• The first part consists of parameter setting for overall parameters. Specifically, we set the dimension in which this benchmark runs to two and choose an output directory. Since we are not interested in a time dependent solution, we set the end time equal to the start time, which results in only a single time step being computed.

    The last parameter of this section, Pressure normalization, is set in such a way that the pressure is chosen so that its domain average is zero, rather than the pressure along the surface, see Section Pressure normalization.

  • The next part of the input file describes the setup of the benchmark. Specifically, we have to say how the geometry should look like (a box of size \(1\times 1\)) and what the velocity boundary conditions shall be (tangential flow all around - the box geometry defines four boundary indicators for the left, right, bottom and top boundaries, see also Geometry model). This is followed by subsections choosing the material model (where we choose a particular model implemented in that describes the spatially variable density and viscosity fields, along with the size of the viscosity jump) and finally the chosen gravity model (a gravity field that is the constant vector \((0,-1)^T\), see Gravity model).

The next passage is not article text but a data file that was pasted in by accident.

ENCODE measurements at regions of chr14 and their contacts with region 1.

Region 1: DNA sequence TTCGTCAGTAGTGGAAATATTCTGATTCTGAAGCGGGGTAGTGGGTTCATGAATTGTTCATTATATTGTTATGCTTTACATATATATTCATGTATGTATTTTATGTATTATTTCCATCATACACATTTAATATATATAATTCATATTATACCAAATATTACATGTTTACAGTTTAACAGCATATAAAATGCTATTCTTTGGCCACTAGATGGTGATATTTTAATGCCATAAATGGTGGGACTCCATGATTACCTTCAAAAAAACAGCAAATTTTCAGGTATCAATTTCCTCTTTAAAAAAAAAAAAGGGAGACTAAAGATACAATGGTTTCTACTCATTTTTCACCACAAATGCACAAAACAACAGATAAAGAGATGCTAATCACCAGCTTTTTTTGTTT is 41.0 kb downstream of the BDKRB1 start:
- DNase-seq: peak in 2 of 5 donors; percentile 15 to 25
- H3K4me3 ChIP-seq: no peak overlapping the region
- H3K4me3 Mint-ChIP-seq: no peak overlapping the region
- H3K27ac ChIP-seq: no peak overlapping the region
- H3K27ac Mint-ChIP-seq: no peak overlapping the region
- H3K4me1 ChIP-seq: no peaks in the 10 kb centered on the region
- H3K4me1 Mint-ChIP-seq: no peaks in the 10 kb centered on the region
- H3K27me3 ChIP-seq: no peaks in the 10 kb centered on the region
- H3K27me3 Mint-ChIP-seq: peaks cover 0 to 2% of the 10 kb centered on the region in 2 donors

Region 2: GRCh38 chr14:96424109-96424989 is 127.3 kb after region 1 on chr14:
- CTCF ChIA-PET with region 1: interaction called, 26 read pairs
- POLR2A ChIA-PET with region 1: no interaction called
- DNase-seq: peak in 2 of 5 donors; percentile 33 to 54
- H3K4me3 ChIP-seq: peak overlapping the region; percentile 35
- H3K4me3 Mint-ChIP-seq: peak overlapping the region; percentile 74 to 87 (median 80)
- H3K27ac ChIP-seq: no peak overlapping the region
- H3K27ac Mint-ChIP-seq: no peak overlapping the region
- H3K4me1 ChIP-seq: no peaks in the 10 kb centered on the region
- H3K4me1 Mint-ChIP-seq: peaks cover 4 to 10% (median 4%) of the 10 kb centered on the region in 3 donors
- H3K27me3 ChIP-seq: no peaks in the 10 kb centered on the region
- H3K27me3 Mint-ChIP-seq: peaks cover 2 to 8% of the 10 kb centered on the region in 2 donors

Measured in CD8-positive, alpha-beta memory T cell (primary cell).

• The part that follows this describes the boundary and initial values for the temperature. While we are not interested in the evolution of the temperature field in this benchmark, we nevertheless need to set something. The values given here are the minimal set of inputs.

  • The second-to-last part sets discretization parameters. Specifically, it determines what kind of Stokes element to choose (see Discretization and the extensive discussion in Kronbichler et al. [2012]). We do not adaptively refine the mesh but only do four global refinement steps at the very beginning. This is obviously a parameter worth playing with.